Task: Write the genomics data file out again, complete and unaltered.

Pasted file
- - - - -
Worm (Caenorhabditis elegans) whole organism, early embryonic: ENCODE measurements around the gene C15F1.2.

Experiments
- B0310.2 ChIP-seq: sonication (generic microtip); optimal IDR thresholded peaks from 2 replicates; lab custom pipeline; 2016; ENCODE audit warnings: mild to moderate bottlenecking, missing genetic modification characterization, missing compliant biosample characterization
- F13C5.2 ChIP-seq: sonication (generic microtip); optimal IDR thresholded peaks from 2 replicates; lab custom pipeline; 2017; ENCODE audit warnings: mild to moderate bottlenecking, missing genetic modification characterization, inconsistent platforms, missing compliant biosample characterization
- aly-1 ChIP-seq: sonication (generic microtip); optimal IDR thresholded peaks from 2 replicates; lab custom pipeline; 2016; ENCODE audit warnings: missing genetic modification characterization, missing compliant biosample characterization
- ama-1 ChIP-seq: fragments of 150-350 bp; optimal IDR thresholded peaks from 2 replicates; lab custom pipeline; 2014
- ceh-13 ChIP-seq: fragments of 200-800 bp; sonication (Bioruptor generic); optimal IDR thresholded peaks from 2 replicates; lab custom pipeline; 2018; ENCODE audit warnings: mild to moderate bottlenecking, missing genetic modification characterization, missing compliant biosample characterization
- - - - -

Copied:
Worm (Caenorhabditis elegans) whole organism, early embryonic: ENCODE measurements around the gene C15F1.2.

Experiments
- B0310.2 ChIP-seq: sonication (generic microtip); optimal IDR thresholded peaks from 2 replicates; lab custom pipeline; 2016; ENCODE audit warnings: mild to moderate bottlenecking, missing genetic modification characterization, missing compliant biosample characterization
- F13C5.2 ChIP-seq: sonication (generic microtip); optimal IDR thresholded peaks from 2 replicates; lab custom pipeline; 2017; ENCODE audit warnings: mild to moderate bottlenecking, missing genetic modification characterization, inconsistent platforms, missing compliant biosample characterization
- aly-1 ChIP-seq: sonication (generic microtip); optimal IDR thresholded peaks from 2 replicates; lab custom pipeline; 2016; ENCODE audit warnings: missing genetic modification characterization, missing compliant biosample characterization
- ama-1 ChIP-seq: fragments of 150-350 bp; optimal IDR thresholded peaks from 2 replicates; lab custom pipeline; 2014
- ceh-13 ChIP-seq: fragments of 200-800 bp; sonication (Bioruptor generic); optimal IDR thresholded peaks from 2 replicates; lab custom pipeline; 2018; ENCODE audit warnings: mild to moderate bottlenecking, missing genetic modification characterization, missing compliant biosample characterization